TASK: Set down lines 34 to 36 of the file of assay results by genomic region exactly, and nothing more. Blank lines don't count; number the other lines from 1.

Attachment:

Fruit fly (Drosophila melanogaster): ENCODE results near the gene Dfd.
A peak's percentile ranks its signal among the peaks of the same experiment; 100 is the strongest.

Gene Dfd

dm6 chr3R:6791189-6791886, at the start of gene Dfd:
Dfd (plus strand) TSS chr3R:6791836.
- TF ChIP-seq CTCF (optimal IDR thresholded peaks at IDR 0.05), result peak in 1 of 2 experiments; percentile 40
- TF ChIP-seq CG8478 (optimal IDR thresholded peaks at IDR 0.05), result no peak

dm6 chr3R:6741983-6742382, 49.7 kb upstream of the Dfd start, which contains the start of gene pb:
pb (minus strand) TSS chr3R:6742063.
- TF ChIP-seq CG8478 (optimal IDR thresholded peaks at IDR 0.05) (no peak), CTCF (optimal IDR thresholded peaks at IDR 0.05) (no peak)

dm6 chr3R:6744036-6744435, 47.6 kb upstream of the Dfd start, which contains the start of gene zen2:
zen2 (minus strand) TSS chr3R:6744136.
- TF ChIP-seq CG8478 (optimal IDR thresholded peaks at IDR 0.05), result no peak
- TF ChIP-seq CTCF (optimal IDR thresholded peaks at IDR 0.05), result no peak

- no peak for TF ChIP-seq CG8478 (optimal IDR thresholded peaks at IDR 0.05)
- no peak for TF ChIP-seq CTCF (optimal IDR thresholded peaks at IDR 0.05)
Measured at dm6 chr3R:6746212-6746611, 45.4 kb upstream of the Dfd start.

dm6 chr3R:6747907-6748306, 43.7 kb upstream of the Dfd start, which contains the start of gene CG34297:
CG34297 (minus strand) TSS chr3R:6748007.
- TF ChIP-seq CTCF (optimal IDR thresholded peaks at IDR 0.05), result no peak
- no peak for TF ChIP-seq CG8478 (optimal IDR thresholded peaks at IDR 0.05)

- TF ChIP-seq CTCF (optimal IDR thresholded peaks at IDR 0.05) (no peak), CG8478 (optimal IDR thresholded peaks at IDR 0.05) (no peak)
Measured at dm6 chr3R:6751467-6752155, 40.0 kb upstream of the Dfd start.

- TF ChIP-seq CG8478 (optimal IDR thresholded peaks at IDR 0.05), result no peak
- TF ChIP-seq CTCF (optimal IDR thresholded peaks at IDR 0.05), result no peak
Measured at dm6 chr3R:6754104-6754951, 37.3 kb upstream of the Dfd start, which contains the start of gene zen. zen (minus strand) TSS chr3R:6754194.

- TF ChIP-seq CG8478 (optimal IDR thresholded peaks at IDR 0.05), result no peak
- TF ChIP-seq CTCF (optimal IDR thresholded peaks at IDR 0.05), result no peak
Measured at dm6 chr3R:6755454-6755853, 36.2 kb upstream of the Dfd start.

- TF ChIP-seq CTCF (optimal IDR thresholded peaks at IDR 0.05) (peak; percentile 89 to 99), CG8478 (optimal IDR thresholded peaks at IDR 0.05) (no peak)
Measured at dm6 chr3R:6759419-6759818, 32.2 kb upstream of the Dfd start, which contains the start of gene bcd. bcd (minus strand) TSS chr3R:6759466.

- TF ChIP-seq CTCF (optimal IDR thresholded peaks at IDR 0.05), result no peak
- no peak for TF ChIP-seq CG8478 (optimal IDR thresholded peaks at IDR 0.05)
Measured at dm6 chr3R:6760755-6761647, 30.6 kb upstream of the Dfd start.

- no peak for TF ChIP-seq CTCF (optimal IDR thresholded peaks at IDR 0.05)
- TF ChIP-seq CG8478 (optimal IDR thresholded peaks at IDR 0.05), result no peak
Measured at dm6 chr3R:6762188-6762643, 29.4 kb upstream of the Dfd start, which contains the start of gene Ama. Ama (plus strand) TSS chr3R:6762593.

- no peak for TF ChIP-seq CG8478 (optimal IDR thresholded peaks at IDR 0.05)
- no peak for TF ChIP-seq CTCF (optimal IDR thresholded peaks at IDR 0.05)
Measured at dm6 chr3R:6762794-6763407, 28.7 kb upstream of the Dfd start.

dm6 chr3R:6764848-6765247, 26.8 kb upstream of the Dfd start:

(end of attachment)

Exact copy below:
Measured at dm6 chr3R:6760755-6761647, 30.6 kb upstream of the Dfd start.

- no peak for TF ChIP-seq CTCF (optimal IDR thresholded peaks at IDR 0.05)
- TF ChIP-seq CG8478 (optimal IDR thresholded peaks at IDR 0.05), result no peak